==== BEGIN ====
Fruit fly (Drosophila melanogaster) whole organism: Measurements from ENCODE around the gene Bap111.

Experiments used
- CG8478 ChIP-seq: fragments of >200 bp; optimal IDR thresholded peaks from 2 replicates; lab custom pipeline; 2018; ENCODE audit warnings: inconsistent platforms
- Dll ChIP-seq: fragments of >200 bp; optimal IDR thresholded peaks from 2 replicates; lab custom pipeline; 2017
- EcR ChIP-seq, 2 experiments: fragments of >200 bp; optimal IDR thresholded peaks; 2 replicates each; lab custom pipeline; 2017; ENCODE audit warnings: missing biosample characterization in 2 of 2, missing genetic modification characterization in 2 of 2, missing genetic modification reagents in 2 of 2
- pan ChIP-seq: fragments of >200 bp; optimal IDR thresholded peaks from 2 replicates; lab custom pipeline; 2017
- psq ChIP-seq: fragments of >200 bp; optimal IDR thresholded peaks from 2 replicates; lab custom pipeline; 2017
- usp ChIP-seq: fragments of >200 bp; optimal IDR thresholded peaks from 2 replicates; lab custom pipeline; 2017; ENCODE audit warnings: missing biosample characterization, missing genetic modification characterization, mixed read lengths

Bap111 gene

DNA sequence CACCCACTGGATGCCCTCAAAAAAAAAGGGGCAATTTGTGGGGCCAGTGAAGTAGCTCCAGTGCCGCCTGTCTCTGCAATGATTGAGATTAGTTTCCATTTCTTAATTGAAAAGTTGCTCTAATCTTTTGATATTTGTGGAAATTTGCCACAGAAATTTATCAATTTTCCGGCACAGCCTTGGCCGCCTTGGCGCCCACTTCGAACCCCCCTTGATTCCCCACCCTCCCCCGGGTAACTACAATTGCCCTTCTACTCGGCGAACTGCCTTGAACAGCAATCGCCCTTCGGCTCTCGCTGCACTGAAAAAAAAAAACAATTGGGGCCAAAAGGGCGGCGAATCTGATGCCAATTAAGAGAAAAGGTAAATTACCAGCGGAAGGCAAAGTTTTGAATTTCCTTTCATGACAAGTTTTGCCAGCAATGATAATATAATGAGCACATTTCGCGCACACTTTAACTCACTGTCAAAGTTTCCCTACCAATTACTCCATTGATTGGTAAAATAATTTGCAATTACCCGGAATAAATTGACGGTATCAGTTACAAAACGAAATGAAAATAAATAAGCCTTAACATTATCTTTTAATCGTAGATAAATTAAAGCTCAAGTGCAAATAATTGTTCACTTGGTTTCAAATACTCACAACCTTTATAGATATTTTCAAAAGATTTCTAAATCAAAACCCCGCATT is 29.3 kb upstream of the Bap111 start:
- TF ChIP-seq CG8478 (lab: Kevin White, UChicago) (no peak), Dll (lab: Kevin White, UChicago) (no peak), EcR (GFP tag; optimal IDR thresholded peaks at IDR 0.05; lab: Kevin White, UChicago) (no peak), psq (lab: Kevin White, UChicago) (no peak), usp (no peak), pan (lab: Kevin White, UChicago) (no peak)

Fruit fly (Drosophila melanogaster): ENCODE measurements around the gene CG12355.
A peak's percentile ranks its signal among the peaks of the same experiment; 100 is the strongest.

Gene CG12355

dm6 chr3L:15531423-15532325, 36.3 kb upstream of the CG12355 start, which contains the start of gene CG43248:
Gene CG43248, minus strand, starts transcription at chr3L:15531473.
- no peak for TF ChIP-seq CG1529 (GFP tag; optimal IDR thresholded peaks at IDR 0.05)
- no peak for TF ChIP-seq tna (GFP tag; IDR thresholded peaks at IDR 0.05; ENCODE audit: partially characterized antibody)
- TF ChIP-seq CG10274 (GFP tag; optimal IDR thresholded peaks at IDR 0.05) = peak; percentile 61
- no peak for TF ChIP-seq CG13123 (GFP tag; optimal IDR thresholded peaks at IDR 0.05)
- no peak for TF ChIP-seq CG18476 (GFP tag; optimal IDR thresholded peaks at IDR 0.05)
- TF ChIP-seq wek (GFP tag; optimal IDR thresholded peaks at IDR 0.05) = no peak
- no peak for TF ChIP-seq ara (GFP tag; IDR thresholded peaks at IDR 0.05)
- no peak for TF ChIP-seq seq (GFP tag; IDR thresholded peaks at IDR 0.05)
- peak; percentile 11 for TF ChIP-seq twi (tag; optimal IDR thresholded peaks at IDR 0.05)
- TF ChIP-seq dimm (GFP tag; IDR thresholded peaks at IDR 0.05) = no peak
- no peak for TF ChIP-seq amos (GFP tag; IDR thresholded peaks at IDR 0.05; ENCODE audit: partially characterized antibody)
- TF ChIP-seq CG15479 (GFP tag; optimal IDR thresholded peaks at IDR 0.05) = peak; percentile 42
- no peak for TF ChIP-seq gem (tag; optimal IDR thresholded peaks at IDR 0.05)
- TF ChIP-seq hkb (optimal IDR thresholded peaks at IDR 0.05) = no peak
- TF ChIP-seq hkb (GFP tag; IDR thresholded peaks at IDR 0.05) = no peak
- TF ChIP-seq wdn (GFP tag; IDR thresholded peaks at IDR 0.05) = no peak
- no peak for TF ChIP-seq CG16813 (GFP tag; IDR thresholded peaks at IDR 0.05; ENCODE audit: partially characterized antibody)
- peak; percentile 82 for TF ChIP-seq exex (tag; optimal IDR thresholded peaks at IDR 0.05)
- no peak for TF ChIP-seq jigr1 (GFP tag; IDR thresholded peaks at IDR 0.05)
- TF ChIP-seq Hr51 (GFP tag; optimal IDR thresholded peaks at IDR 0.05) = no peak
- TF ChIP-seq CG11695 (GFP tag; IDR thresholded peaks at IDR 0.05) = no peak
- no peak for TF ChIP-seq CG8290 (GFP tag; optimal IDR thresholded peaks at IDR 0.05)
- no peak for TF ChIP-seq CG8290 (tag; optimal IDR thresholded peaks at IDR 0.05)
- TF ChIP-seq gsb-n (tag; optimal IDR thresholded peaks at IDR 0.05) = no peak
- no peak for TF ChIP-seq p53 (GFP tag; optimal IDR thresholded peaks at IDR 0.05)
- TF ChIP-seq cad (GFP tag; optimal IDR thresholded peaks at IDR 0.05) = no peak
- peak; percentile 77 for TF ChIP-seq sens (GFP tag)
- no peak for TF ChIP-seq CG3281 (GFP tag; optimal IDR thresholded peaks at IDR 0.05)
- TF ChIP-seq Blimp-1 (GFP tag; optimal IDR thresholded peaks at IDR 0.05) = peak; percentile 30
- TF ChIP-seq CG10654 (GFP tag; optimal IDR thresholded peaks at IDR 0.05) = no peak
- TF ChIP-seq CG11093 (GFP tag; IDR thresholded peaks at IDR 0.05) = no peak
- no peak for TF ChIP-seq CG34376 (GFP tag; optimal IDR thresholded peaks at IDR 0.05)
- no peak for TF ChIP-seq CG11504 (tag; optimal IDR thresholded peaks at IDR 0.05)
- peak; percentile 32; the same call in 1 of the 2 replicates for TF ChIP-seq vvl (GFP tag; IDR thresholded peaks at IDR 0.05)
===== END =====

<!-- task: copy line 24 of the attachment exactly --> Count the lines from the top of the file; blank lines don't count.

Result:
- no peak for TF ChIP-seq seq (GFP tag; IDR thresholded peaks at IDR 0.05)